Friday, July 10, 2015

Review of Midnight's Furies by Nisid Hajari

Anyone growing up in India during the 1960s and 1970s has probably heard the horrifying stories of the events surrounding the 1947 India-Pakistan partition. The most scary ones I remember are about trains packed with dead bodies coming into Lahore (dead Muslims) and into India (dead Hindus). My own parents lived in Lahore, or in the part of Punjab that is now in Pakistan; they were lucky to avoid the massacre---they used to spend their summer in Shimla, and had moved en masse in June, so that when August 1947 came around, they escaped the killings. They left their Lahore home in June, for the summer holidays in Shimla, and never went back---the Pakistanis who took over the home kept their clothes and possessions in a trunk for them to retrieve decades later. My mother's father, Shyamlal Meini, an industrialist, made many dangerous car trips between Shimla and the to-be-formed Pakistan during the summer of 1947 to move his money out of there to India.

And then there were the wars with Pakistan. I remember when we were instructed to paste brown paper on all glass windows to block the lights out during nighttime, in case Pakistani bombers attacked Delhi. I think I was seven or so, and although it was fun to stick rectangles of brown paper on all the windows, it didn't really sink in what a bombing would do. My father (he died in September last year), was a physicist at the National Physical Laboratory in Delhi, and was also involved in R&D related to the war, although I don't know what exactly it was about.

The Khalistan movement and the terror the Sikhs unleashed in India is another salient memory from my time in India.  A turning point came when Indira Gandhi was assassinated by her Sikh bodyguard, and the population of Delhi started to systematically kill Sikhs and their families in retaliation; Sikhs were strung up to hang on a bridge right on the street outside our apartment. It seems like the only response we have in India, despite our supposed 5000 or whatever years of culture, to injustice and brutality is more brutality. That's how the partition played out, and that's how 1984 played out. And there have been more such killings since then. The hatred seems to be passed on from one generation to the next; I recently met a childhood friend who invoked the partition and what the Muslims did to his family to justify his feelings about the fate all Muslims should experience.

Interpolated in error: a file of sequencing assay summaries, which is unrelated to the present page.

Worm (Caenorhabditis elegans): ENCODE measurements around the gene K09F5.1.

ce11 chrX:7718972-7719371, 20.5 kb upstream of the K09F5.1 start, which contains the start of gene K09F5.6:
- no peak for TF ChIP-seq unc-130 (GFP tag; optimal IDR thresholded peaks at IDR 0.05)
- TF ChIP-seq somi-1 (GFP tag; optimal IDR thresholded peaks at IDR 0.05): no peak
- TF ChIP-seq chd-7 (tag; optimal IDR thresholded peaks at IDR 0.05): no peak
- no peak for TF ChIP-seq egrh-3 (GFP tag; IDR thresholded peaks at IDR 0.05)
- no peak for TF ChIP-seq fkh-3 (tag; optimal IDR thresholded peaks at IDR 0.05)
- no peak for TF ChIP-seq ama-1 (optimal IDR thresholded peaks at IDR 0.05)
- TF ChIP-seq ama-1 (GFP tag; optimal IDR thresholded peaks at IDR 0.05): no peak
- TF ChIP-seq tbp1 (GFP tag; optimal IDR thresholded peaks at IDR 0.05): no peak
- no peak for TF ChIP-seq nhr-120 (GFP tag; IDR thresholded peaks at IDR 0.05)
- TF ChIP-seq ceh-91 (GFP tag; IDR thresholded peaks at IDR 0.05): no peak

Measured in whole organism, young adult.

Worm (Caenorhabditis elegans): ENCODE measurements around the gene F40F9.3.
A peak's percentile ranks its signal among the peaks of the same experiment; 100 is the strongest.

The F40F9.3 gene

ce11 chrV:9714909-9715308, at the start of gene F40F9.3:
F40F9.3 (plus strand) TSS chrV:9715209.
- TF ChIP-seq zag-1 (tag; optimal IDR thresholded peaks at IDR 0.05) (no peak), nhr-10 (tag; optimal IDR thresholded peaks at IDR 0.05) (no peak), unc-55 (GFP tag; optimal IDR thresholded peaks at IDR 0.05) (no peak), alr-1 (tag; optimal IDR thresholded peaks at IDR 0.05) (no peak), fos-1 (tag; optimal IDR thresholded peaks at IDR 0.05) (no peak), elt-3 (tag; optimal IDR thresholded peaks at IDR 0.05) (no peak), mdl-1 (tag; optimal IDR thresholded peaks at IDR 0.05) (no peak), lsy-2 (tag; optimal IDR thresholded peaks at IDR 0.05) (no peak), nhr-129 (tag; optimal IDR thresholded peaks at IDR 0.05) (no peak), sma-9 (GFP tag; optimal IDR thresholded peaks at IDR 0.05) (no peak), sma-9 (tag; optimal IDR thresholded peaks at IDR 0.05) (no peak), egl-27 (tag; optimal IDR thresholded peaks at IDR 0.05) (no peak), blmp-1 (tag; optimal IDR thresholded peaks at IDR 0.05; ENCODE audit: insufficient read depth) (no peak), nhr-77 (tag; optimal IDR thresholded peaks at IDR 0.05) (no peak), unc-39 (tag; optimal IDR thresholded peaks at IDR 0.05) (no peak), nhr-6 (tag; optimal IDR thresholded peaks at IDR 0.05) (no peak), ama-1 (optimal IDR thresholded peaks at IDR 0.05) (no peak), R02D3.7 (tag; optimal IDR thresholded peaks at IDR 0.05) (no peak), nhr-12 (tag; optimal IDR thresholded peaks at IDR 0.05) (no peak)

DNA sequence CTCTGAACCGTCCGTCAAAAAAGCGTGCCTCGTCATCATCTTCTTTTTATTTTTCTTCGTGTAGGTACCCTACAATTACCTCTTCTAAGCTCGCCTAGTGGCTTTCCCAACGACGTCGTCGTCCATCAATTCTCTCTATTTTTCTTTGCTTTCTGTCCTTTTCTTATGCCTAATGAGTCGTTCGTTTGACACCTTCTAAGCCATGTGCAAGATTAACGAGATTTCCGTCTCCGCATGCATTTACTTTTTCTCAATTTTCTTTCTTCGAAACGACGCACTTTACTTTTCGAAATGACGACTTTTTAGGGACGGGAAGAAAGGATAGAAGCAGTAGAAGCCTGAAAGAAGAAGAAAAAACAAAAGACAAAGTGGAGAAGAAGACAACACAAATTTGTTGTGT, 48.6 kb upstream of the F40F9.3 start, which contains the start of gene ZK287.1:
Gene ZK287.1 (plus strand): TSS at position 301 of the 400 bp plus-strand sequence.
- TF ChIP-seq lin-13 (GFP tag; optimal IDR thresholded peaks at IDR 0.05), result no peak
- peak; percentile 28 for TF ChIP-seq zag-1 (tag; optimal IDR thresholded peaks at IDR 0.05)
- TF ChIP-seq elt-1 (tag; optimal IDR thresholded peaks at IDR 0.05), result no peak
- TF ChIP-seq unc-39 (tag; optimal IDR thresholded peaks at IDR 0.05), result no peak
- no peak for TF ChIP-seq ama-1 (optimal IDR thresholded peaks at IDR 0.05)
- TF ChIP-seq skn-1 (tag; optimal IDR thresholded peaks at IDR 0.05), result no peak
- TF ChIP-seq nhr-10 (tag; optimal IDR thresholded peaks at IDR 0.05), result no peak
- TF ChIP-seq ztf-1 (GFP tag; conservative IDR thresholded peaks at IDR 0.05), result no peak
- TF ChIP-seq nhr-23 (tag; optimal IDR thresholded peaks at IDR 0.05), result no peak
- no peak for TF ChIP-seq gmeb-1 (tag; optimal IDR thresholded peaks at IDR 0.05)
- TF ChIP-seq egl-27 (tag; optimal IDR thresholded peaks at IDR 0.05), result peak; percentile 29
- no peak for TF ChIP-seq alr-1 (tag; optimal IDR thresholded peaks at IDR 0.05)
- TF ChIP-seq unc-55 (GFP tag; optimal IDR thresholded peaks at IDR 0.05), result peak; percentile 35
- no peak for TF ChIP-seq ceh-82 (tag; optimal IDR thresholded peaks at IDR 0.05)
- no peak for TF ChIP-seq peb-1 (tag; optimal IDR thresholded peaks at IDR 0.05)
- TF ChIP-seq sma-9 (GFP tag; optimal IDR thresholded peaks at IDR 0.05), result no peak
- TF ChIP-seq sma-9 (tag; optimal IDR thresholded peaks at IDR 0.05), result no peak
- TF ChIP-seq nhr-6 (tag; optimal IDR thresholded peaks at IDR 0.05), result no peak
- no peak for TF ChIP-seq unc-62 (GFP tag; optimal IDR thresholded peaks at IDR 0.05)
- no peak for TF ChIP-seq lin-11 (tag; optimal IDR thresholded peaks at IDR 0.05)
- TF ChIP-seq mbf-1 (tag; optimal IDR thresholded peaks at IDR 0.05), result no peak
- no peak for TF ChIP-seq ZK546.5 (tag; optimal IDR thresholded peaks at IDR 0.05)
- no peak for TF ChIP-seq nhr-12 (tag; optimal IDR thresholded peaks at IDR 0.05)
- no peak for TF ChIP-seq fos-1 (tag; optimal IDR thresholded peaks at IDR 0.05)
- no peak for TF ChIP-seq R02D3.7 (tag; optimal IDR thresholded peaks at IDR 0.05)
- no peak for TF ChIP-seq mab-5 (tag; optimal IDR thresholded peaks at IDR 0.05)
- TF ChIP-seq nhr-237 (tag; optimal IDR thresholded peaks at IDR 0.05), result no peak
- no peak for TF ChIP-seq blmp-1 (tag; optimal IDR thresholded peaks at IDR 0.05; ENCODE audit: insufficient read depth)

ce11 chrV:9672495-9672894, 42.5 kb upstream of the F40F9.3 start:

The partition seems to control our attitudes and beliefs even today. A lot of Punjabis moved into Delhi, replacing the refined and restrained Muslim culture with a new, brash, and VERY LOUD, aggressive Punjabi style of doing things. At least until I was in India in the early and mid 1990s, it was fashionable to make fun of Punjabis for their brashness and aggressiveness. I had Jain and Muslim friends who openly mocked Punjabis in front of me, and mocked me for being Punjabi (and yes, I am as brash and aggressive as they come---and believe me, I am holding back). Using words in Hindi that are derived from Punjabi is a sure way to elicit derision from one of these groups. Punjabis were and maybe still are considered fair game in Delhi, by non-Punjabis of course.  The Hindi language changed after the Punjabis arrived in Delhi; and purists from central India routinely make fun of the way Punjabis like me pronounce certain words like "read" (paRa, not the correct paRha), occasionally introduce tones and odd accenting patterns into Hindi, and use the ergative case marking incorrectly, almost certainly a borrowing from Punjabi. Sneering at groups other than one's own is an Indian speciality, and the arrival of the Punjabis in Delhi provided a lot of free mocking-value for the other groups who thought themselves superior to these barbarians. It didn't help that the Punjabis ended up dominating many aspects of the economy in Delhi. Of course, the Punjabis sneer at others too, for being Merchant caste money-grubbers and weak-minded ditherers, among other things. So nobody really is blameless in this culture of defining one's cultural "team".